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Netflix sued? Popularity of Squid Game lands streaming giant in hot water



Millions of viewers have been sucked into the terrifying world of Squid Game.

Released only a fortnight ago, the South Korean series has hit number one on Netflix in an incredible 90 countries.

In fact… this is the reason Netflix is in hot water with South Korea

A South Korean internet service provider is suing Netflix over the increased traffic thanks to its growing popularity in the country

SK Broadband claims that Netflix is South Korea’s second-largest traffic generator, after YouTube, and other streaming giants such as Facebook and Apple, who are paying network usage fees.

Google’s YouTube and Netflix the two are the only companies to not pay network usage fees.

What does Seoul want?

Essentially – SK Broadband’s lawsuit wants Netflix to pay for network access.

A Seoul court said Netflix should “reasonably” give something in return to the internet service provider for network usage.

Many South Korean politicians agree, and have spoke out against content providers who do not pay for network usage, despite the insane amount of viewers generating usage traffic.

SK Broadband says Netflix’s data traffic handled by the service had jumped 24 times from May 2018 to 1.2 trillion bits of data processed per second as of September – this stat is largely due to Squid Game.

In its court documents, SK estimated the network usage fee Netflix needed to pay was about 27.2 billion won ($31.55 million) in 2020 alone.

Will Netflix pay?

Well – they don’t want to.

Netflix said it would review SK Broadband’s claim for increased network traffic and maintenance work costs.

Reuters reported that Netflix had previously brought its own lawsuit on its obligation to pay SK Broadband network fees. The world’s largest streaming giant argued its obligation is to create the content and make it accessible.

Netflix has significantly increased its presence in South Korea and says its brought a lot of dollars to the Asian country.

In fact, Netflix said it had invested 770 billion won in South Korea’s TV and film production industry, adding an extra 16,000 jobs.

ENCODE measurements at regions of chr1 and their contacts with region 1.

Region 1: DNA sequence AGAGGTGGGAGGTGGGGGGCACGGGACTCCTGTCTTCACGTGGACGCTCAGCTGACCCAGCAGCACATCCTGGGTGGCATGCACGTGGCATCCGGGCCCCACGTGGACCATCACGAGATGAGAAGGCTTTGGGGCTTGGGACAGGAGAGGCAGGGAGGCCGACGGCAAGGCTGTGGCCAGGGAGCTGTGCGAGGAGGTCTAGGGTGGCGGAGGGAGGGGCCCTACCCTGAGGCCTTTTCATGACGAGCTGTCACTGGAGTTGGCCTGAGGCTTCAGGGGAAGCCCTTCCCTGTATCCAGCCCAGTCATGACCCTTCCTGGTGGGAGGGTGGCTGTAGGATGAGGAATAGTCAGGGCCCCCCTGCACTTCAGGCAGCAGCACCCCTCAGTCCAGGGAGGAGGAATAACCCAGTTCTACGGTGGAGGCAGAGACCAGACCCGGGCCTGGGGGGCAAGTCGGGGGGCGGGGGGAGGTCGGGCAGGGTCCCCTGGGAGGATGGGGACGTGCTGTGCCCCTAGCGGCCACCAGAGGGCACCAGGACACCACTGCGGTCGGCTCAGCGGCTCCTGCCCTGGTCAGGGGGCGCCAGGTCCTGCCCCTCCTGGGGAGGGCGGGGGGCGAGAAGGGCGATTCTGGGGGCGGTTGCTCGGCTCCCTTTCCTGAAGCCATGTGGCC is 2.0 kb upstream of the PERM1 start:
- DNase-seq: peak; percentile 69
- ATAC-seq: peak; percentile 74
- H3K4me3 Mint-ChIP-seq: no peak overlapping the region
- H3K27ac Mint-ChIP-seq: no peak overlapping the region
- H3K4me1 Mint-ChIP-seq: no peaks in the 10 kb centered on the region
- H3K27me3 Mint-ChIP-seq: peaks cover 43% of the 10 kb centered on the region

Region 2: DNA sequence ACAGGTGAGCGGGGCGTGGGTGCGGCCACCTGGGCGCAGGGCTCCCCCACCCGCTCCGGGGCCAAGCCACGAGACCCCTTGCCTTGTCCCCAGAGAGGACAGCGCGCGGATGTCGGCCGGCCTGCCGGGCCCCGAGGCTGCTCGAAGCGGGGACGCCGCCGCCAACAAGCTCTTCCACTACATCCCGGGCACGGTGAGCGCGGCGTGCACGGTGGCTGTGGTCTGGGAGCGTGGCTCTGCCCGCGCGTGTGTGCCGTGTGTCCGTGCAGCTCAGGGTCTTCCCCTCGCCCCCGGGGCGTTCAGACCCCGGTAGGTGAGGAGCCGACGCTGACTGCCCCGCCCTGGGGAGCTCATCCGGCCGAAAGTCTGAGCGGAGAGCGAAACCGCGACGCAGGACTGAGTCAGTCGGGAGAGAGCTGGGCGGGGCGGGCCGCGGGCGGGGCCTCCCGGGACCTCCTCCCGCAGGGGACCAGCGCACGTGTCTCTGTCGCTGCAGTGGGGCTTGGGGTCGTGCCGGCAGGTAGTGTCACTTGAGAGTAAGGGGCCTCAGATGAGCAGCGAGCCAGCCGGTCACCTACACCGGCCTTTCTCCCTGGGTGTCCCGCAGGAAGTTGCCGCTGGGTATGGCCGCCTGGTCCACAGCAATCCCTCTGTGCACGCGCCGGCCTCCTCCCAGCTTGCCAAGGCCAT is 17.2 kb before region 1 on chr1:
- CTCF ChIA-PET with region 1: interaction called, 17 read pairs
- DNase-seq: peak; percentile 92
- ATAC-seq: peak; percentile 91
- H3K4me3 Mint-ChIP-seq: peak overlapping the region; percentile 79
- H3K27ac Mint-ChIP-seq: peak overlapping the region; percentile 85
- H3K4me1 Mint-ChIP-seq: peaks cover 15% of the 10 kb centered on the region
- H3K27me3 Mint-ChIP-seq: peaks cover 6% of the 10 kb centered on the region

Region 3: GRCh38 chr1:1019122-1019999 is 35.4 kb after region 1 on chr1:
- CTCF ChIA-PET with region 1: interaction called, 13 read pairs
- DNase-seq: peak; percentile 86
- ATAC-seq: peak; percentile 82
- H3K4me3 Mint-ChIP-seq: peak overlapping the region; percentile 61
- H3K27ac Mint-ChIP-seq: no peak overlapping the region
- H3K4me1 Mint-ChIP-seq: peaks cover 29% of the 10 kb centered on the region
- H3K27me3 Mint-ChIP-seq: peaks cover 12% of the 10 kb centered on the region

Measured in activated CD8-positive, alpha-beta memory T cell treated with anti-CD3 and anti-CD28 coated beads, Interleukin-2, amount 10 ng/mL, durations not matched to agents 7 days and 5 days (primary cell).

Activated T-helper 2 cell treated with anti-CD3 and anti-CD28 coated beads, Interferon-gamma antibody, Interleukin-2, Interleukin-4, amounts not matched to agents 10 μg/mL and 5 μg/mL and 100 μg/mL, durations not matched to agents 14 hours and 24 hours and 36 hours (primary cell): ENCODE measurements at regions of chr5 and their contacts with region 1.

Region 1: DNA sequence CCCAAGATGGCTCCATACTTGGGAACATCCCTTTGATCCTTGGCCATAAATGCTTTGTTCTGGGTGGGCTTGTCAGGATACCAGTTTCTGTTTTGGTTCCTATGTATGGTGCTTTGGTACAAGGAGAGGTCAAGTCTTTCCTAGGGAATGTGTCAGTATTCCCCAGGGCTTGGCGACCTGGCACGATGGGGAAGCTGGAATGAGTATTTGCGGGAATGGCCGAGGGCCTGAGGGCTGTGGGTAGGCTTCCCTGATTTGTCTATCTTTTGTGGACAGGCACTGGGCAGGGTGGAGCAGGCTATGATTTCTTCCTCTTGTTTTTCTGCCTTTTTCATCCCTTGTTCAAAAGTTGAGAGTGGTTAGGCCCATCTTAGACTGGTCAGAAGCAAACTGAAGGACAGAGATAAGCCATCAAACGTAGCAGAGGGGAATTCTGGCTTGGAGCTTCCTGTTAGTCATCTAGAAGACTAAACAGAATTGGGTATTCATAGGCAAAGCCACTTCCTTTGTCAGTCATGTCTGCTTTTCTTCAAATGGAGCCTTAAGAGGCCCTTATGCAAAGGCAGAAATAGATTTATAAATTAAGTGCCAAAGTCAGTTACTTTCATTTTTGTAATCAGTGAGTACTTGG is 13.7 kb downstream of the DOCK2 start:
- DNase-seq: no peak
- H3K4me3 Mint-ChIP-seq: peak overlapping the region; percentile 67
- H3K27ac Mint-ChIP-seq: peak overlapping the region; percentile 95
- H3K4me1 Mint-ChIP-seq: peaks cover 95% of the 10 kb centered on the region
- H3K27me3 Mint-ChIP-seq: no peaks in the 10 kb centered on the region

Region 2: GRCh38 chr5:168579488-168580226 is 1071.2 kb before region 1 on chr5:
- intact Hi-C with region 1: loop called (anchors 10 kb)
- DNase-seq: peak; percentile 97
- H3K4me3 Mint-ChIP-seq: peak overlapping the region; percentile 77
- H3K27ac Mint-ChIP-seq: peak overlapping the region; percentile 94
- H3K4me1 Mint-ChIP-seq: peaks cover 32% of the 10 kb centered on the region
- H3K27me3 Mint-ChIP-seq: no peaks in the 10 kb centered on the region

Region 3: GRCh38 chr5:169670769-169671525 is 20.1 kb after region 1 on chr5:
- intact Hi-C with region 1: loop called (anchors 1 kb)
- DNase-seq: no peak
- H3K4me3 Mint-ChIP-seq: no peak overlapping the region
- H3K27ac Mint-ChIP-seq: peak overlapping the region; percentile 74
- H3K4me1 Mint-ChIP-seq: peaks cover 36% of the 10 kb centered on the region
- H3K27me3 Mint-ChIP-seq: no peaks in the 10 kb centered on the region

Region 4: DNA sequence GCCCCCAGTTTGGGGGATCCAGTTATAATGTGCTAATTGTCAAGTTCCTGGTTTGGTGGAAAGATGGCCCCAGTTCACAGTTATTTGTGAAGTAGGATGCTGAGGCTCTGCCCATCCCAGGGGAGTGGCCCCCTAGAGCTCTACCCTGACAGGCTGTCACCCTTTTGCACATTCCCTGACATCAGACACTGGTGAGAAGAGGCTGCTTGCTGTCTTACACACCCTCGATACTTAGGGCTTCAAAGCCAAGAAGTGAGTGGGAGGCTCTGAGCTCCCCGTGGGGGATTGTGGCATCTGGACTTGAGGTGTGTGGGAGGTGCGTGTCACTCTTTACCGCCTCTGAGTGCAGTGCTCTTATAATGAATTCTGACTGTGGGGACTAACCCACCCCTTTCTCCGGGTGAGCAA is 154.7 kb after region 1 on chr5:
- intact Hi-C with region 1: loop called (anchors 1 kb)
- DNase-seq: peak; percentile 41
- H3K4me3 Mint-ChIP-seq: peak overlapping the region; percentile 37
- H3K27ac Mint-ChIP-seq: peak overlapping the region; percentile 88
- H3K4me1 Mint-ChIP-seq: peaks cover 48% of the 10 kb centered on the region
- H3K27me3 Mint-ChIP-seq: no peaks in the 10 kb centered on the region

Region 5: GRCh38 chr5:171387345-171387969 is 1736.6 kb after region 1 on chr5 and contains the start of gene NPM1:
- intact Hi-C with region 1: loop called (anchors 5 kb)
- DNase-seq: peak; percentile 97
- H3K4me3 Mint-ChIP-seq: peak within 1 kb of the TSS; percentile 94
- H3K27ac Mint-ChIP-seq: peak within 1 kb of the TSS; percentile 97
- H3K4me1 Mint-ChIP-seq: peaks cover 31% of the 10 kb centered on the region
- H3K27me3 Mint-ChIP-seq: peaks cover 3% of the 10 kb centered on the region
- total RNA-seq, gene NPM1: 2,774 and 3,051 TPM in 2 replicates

According to Bloomberg, Netflix committed to this year spending $US500 million in South Korea to capitalise on what was one of its fastest-growing markets.

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Deepfakes are taking over Hollywood



Deepfakes are the online phenomenon changing the way in which we consume and trust social media

Have you ever scrolled through social media and found a celebrity selling something a bit left of centre?

Chances are you have fallen victim to a deepfake.

These images and videos are a type of artificial intelligence, which promises to create doctored videos, which are almost impossible to tell apart from the real thing.

They have typically been used in pornographic clips and for celebrity endorsements.

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Prince Harry involved in ‘near catastrophic’ car chase



Harry has long spoken out about his anger over press intrusion, which he blames for his mother’s death

Prince Harry, his wife Meghan and her mother were involved in a “near catastrophic car chase” involving paparazzi photographers in New York.

The incident took place after they left the Ms. Foundation for Women, where Meghan was honoured for her work.

“This relentless pursuit, lasting over two hours, resulted in multiple near collisions involving other drivers on the road, pedestrians and two NYPD (New York Police Department) officers,” said Prince Harry’s spokesperson.

The chase involved paparazzi driving on the sidewalk, running red lights and driving while taking pictures.

“I thought that was a bit reckless and irresponsible,” New York Mayor Eric Adams said.

Harry has long spoken out about his anger over press intrusion, which he blames for his mother’s death.

Princess Diana was killed when her limousine crashed as it sped away from chasing paparazzi in Paris in 1997.

Harry and Meghan stepped down from their royal duties in 2020, partly over what they described as intense media harassment.

Harry is currently involved in numerous court cases in London where he has accused papers of using unlawful methods to target him and his family.

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Tom Hanks open to continuing career with A.I. help



Despite the crackdown on A.I., one famous actor has raised the prospect of his career continuing after his death by using the technology

‘Forrest Gump’ and ‘Cast Away’ actor Tom Hanks says new tech could be used to recreate his image to appear in movies “from now until kingdom come”.

Hanks was asked about the legal ramifications of A.I. on a recent podcast with Adam Buxton.

He says talks are being held in the film industry about how to protect actors from the effects of the technology.

Hanks told the host: “I could be hit by a bus tomorrow and that’s it, but performances can go on and on and on and on.”

The award-winning actor acknowledged that tech developments could lead to an AI-generated version of himself appearing in films he may not not normally choose.

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